Holidays are supposed to be happy family times, full of laughter and love. Yet, for many, it means stressful work. The more stress you pile up, the more you become grouchy with your co-workers, partner and children. Learn how to keep a positive spirit, it will be contagious.
Great leaders find a way to gain people’s hearts because they take relationships to heart. Today we will explore what is heart power and share 6 practicals tips on how to lead with your heart.
I usually encourage the leaders I work with to find leadership lessons from all their daily activities. With Halloween around the corner it makes sense to think about what leadership lessons can be gained from Halloween. Here are a few I came up with. See if you can find others and share them with us.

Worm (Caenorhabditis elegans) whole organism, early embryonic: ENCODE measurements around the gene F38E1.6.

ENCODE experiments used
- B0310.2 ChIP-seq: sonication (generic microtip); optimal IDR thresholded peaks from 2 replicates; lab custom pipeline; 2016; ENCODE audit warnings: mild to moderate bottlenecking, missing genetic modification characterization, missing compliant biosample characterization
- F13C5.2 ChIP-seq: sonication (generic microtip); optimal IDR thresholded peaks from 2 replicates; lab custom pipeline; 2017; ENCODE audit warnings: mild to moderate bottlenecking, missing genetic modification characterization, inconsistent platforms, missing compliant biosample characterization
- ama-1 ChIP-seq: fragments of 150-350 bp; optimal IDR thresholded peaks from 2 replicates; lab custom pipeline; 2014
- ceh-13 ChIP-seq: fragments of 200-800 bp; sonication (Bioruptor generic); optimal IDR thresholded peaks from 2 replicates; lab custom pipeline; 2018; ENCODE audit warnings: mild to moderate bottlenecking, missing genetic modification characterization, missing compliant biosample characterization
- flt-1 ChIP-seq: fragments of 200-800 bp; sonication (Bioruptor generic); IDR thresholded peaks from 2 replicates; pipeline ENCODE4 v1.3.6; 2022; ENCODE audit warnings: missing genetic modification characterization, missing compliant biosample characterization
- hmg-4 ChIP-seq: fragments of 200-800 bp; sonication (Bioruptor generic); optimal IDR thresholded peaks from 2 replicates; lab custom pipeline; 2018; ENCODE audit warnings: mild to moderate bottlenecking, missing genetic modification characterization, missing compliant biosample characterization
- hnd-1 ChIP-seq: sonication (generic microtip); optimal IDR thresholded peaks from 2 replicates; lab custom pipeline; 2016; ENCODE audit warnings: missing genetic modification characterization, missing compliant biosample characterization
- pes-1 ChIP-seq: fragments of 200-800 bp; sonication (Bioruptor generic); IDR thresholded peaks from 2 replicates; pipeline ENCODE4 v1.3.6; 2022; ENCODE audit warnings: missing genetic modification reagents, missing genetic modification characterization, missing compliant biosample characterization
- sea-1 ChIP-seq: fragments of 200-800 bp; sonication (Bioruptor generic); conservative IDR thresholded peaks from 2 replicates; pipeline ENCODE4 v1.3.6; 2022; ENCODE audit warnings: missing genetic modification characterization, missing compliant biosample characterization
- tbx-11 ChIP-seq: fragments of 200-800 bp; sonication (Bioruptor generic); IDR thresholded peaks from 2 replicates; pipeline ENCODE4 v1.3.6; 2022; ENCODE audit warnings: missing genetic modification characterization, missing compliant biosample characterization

I recently found an excellent checklist for leaders which I think every leader should review at least once a year. The beginning of the last quarter of the year is a time for discarding what is not working and finding new ideas. Therefore, today I want to remind you of the top 10 leadership checks you should reflect on.
Today I’m sharing what you can do to encourage and sustain a positive culture which plays an important role in the workplace. Setting the standard for a positive culture should be a major focus for leaders in any organization. Here are a few strategies for creating and maintaining a positive work culture. They are based on common threads running throughout published research, scholarly articles, and my own experience in organizations.
Setting the standard for a positive corporate culture should be a major focus for leaders in any organization. When employees are in a positive environment, they are more likely to perform better and contribute more. Creating something positive and upbeat within the organization will contribute greatly to organizational effectiveness and success.